These scatter plots show the fastest programs contributed for each programming language implementation, measured on this computer -- so they don't show ↓ slower more-concise programs that still seem relatively fast.

These are not the only programs that could be written. These are not the only programming languages. These are not the only compilers and interpreters. These are not the only tasks that could be solved. These are just 10 tiny examples...

  • Good answer, but I'd more like to see data about languages in their normal state, not when that's the contest. Better still, directions about how to measure it correctly (i.e. how can conciseness be measured objectively), lines of code is not the best measure as it's terseness rather then conciseness.
    – Philomath
    Jul 12, 2011 at 18:39
  • @Philomath - 1) what's "languages in their normal state"? 2) that URL does not show a "lines of code" measure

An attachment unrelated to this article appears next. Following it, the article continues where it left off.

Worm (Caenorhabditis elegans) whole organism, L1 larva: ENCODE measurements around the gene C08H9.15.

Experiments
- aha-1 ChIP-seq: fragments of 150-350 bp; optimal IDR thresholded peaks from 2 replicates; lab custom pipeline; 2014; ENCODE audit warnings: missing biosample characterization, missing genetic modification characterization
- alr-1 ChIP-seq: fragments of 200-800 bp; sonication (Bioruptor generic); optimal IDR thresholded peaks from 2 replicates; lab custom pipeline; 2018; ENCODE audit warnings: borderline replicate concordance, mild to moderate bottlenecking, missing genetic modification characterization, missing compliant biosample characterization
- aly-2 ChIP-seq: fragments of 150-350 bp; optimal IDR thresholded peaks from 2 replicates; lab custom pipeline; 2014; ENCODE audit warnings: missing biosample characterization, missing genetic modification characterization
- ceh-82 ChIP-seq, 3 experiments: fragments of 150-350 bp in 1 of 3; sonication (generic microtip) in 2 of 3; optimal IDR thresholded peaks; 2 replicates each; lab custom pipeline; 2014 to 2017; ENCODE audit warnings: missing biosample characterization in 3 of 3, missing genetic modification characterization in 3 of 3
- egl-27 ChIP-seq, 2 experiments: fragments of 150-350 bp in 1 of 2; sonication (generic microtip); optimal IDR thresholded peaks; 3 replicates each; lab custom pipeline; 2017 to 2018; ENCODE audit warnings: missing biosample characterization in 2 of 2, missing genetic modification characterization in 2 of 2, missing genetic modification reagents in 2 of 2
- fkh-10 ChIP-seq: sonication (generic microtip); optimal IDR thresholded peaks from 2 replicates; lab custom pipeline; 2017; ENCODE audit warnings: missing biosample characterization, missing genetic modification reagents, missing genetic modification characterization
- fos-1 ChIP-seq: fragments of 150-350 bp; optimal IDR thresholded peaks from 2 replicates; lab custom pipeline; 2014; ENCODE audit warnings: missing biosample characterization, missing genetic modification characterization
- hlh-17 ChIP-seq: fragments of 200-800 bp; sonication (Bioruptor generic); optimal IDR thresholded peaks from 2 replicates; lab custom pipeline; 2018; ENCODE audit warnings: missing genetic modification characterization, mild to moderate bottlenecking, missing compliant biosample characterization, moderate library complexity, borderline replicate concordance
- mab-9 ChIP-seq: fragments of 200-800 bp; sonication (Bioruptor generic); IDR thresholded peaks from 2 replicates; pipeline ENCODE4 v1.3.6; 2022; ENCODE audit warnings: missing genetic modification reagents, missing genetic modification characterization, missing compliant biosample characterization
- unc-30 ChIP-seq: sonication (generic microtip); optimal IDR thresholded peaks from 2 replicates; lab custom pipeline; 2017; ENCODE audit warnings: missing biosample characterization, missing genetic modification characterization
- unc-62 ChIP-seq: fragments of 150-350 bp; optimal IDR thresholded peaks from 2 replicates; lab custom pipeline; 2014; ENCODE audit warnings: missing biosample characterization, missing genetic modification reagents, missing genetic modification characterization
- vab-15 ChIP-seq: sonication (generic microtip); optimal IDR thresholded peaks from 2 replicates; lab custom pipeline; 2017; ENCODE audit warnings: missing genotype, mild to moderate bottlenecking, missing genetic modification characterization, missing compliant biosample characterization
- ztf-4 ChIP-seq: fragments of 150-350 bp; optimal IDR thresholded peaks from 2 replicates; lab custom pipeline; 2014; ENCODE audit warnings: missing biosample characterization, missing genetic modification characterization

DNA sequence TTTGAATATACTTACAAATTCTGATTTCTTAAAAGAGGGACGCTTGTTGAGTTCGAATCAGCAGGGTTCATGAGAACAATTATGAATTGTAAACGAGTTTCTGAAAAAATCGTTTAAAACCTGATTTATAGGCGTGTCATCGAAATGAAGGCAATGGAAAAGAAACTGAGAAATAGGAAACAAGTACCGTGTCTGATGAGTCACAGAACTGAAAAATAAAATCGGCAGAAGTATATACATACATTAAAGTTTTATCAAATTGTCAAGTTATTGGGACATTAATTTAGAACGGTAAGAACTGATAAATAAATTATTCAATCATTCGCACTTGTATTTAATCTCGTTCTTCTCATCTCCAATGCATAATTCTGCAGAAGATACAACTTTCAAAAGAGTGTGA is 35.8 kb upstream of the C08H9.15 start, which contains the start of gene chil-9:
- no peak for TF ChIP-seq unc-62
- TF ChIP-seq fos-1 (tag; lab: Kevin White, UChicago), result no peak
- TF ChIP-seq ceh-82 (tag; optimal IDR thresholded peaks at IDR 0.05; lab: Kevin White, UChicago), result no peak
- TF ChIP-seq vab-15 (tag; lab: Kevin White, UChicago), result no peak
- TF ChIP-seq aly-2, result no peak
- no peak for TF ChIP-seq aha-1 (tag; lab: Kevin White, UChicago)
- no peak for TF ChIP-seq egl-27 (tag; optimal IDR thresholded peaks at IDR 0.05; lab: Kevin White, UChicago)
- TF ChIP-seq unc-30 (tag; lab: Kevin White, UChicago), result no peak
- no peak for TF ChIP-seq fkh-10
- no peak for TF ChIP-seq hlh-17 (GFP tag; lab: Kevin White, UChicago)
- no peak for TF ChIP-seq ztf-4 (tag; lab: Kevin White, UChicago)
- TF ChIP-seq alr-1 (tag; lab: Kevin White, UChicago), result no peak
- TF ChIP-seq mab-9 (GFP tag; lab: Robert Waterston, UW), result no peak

– igouy
    Jul 12, 2011 at 19:55
  • I truly wonder how Prolog graph would look like.
    – SF.
    Jul 13, 2011 at 9:11
  • @SF - Prologs are included on the OUT-OF-DATE 2008 web pages
    – igouy
    Jul 13, 2011 at 22:22

Although they don't directly address the question you asked, you might find the Stepanov benchmark somewhat interesting. It deals only with a single language (C++) and programming with differing levels of abstraction within that language. I'd guess the higher levels of abstraction fit more closely with your idea of "practically expressive".

It defines levels from 0 to 12, starting from essentially C-like code using hand-written loops operating on pointers, and progressing to pre-written algorithms operating on iterators, etc.)